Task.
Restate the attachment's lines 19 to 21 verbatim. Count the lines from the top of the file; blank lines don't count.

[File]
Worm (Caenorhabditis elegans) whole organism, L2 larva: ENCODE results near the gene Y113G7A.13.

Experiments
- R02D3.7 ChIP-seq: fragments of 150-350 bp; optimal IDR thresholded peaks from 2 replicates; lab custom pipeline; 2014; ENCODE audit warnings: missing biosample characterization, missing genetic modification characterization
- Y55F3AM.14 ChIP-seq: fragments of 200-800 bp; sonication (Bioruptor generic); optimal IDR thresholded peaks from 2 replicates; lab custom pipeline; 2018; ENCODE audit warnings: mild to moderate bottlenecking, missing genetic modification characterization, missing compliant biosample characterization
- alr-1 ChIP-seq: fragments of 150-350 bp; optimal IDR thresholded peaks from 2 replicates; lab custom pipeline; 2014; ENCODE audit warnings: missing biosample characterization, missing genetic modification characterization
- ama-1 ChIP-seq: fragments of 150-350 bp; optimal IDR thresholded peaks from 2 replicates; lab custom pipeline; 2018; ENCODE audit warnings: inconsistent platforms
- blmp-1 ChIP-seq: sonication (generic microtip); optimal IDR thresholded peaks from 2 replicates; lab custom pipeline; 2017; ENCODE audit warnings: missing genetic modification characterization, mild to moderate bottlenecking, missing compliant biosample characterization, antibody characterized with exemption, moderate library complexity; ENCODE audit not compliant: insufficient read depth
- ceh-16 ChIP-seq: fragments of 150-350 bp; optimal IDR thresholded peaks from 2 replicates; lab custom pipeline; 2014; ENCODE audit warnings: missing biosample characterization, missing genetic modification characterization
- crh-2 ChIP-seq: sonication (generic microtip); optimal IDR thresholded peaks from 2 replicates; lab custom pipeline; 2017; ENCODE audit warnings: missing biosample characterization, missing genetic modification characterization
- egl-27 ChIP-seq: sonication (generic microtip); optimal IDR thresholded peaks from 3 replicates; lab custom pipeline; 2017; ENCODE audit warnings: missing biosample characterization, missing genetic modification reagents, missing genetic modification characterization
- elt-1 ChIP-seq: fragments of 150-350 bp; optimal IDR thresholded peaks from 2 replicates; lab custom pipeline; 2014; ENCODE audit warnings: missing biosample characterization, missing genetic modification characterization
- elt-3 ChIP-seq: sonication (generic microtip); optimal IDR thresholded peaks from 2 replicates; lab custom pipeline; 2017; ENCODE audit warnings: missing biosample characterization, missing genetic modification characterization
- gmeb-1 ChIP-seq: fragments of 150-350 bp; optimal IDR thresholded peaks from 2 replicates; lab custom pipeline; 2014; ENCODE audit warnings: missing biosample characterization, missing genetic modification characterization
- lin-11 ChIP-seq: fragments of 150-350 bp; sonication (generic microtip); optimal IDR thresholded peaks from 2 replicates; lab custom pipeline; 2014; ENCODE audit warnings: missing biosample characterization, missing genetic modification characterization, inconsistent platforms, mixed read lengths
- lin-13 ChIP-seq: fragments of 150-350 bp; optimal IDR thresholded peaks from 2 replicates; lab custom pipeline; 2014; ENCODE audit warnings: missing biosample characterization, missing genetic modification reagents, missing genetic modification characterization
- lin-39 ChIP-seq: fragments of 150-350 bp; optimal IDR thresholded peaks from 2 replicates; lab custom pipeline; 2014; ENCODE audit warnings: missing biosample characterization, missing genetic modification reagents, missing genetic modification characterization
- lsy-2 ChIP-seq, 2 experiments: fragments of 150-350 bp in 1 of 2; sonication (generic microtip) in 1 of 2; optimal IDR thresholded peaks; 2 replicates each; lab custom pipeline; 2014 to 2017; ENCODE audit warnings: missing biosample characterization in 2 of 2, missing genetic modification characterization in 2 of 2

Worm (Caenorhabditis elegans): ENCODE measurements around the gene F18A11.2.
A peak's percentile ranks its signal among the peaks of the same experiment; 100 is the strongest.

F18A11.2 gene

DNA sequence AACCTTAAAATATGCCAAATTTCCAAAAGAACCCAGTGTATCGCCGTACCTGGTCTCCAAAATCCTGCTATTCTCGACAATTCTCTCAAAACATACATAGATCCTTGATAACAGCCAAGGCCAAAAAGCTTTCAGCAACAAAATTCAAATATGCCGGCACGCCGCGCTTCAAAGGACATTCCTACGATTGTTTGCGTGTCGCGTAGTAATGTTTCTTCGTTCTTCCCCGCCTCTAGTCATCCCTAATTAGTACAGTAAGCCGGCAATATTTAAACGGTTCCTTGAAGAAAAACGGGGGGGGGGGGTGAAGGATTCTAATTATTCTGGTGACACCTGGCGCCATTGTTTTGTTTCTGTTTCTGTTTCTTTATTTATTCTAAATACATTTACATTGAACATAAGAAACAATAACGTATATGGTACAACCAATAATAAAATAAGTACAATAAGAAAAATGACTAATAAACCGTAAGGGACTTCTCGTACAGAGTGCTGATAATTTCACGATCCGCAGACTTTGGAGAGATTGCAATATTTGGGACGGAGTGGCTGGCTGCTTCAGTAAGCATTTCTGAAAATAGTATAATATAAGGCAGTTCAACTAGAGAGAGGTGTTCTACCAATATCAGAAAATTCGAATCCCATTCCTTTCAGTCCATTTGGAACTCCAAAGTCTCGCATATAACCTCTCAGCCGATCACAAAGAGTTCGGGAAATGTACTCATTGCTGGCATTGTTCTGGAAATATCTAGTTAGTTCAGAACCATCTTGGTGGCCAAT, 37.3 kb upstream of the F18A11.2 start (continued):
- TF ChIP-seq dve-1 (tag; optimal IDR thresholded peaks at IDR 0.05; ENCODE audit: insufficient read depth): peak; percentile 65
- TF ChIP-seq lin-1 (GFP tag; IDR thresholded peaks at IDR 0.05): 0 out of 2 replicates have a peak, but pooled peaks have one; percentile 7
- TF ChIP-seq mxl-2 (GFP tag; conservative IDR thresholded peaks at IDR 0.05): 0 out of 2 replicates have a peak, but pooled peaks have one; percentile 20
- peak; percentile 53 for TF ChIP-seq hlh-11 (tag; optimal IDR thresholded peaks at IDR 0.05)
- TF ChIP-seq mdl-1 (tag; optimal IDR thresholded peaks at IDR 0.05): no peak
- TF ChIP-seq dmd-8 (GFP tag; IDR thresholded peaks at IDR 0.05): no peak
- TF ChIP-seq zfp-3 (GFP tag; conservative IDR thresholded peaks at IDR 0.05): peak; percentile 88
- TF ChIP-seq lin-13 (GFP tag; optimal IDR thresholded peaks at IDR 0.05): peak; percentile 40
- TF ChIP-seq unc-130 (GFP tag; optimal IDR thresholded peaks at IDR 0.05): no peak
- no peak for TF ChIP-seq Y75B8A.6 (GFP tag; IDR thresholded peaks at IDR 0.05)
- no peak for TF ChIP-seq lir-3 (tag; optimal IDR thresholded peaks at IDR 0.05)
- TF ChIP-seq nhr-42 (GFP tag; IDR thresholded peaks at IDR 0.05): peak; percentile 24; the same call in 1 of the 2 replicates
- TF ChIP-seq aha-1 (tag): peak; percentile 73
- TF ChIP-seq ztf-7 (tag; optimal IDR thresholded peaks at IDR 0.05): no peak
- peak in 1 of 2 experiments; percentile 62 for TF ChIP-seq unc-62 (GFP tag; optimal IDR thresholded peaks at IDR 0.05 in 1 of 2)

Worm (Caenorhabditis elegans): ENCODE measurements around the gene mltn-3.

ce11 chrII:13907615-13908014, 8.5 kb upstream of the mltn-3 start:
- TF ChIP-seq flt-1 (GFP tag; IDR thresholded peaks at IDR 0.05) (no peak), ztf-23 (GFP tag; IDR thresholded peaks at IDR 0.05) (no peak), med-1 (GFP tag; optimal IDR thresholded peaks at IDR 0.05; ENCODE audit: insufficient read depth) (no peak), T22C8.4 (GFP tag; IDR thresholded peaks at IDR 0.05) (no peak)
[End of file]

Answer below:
A peak's percentile ranks its signal among the peaks of the same experiment; 100 is the strongest.

F18A11.2 gene

DNA sequence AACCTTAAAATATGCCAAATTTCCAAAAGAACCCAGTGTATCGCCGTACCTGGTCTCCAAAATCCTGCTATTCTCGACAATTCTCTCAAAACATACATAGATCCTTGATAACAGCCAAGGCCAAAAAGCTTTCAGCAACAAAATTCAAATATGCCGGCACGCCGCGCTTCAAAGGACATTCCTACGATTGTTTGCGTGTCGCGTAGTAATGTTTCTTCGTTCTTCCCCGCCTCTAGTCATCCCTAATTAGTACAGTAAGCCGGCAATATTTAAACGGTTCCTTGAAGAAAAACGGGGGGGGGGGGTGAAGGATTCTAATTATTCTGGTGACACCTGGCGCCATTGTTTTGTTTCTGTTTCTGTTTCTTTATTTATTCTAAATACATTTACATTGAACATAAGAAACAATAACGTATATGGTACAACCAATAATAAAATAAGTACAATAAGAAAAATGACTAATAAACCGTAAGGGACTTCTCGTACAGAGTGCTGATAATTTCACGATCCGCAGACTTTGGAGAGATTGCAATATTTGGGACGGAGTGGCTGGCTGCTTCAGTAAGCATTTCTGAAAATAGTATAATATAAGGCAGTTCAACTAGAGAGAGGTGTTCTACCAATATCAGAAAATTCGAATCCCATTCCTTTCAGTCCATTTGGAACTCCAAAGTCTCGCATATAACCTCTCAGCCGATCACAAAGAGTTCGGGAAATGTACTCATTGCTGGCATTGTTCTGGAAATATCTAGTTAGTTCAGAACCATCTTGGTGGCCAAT, 37.3 kb upstream of the F18A11.2 start (continued):